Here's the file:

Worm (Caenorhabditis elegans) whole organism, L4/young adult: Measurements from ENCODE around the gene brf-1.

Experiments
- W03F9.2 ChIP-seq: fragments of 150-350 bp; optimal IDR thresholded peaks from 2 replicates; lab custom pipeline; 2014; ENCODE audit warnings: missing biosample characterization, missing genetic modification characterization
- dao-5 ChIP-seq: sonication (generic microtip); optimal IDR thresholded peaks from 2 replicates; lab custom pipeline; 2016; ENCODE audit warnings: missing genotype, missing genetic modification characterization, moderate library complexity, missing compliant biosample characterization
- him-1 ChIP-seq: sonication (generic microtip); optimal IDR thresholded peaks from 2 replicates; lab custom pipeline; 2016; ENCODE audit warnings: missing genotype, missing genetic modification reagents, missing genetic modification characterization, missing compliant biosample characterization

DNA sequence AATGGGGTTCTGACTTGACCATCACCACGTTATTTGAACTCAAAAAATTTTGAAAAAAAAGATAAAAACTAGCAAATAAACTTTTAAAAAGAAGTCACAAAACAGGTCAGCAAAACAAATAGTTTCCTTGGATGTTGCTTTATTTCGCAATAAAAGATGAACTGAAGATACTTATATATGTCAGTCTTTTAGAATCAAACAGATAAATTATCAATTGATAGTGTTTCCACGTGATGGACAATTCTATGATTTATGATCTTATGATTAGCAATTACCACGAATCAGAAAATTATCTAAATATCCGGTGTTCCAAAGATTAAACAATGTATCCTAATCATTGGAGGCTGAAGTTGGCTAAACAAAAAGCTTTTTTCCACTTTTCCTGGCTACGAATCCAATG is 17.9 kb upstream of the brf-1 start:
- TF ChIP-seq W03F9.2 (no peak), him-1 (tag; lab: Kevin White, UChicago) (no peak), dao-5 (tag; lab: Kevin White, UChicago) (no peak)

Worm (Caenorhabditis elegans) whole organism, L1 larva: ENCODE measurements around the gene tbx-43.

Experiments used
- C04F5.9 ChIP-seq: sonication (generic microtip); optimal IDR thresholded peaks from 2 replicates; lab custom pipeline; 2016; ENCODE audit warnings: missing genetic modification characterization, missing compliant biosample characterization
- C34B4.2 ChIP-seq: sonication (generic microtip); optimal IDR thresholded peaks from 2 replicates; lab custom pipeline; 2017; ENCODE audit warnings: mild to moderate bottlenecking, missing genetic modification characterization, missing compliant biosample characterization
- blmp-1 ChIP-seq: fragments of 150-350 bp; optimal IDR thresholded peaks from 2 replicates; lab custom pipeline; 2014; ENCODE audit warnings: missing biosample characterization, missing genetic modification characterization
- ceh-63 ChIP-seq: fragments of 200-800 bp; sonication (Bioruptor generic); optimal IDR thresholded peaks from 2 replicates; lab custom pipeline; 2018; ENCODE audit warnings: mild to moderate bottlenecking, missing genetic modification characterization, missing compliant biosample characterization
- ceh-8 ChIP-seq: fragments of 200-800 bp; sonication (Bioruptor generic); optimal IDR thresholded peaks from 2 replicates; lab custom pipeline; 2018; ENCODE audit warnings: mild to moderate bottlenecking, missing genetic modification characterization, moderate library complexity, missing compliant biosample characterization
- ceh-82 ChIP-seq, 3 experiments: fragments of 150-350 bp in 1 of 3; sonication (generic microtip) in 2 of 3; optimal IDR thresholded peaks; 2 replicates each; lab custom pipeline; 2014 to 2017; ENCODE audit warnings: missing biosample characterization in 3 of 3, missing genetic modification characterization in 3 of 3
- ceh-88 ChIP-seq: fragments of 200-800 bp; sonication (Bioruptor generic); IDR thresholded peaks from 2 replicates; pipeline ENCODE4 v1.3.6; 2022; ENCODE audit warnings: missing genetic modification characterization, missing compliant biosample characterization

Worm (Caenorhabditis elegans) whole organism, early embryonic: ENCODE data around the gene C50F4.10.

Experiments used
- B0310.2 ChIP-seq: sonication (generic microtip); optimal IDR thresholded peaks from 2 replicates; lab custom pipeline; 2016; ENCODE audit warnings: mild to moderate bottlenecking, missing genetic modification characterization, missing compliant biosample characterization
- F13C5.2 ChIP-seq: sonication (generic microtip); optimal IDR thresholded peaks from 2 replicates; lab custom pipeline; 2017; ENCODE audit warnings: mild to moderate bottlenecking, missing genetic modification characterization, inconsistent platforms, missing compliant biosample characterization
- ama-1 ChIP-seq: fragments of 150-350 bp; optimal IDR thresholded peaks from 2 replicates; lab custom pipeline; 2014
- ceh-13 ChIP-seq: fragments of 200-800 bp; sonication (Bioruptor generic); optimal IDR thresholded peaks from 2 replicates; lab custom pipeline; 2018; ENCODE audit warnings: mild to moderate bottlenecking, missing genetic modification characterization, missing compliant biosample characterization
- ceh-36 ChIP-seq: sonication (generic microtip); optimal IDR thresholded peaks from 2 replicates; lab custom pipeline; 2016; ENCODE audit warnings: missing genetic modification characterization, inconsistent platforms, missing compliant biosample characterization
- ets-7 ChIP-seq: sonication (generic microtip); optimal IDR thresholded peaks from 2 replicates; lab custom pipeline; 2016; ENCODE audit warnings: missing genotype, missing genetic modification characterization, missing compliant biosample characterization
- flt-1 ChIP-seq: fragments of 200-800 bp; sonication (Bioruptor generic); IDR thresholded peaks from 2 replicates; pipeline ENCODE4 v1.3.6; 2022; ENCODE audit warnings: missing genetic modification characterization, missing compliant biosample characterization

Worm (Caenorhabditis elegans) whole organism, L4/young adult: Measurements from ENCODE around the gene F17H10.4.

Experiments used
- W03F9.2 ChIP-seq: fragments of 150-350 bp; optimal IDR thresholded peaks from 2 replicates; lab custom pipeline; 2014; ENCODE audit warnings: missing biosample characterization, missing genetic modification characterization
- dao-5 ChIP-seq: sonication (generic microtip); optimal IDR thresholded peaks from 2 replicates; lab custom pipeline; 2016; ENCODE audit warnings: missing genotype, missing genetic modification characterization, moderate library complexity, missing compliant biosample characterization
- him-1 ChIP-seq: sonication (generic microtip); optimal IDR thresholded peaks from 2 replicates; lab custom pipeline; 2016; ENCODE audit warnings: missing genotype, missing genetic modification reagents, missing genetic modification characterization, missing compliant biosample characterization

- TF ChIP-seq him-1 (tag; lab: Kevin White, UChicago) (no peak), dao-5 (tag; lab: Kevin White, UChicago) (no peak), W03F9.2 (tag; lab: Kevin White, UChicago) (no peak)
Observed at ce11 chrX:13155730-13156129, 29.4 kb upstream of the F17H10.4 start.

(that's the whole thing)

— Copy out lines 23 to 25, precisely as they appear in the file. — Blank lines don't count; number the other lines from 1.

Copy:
- ceh-36 ChIP-seq: sonication (generic microtip); optimal IDR thresholded peaks from 2 replicates; lab custom pipeline; 2016; ENCODE audit warnings: missing genetic modification characterization, inconsistent platforms, missing compliant biosample characterization
- ets-7 ChIP-seq: sonication (generic microtip); optimal IDR thresholded peaks from 2 replicates; lab custom pipeline; 2016; ENCODE audit warnings: missing genotype, missing genetic modification characterization, missing compliant biosample characterization
- flt-1 ChIP-seq: fragments of 200-800 bp; sonication (Bioruptor generic); IDR thresholded peaks from 2 replicates; pipeline ENCODE4 v1.3.6; 2022; ENCODE audit warnings: missing genetic modification characterization, missing compliant biosample characterization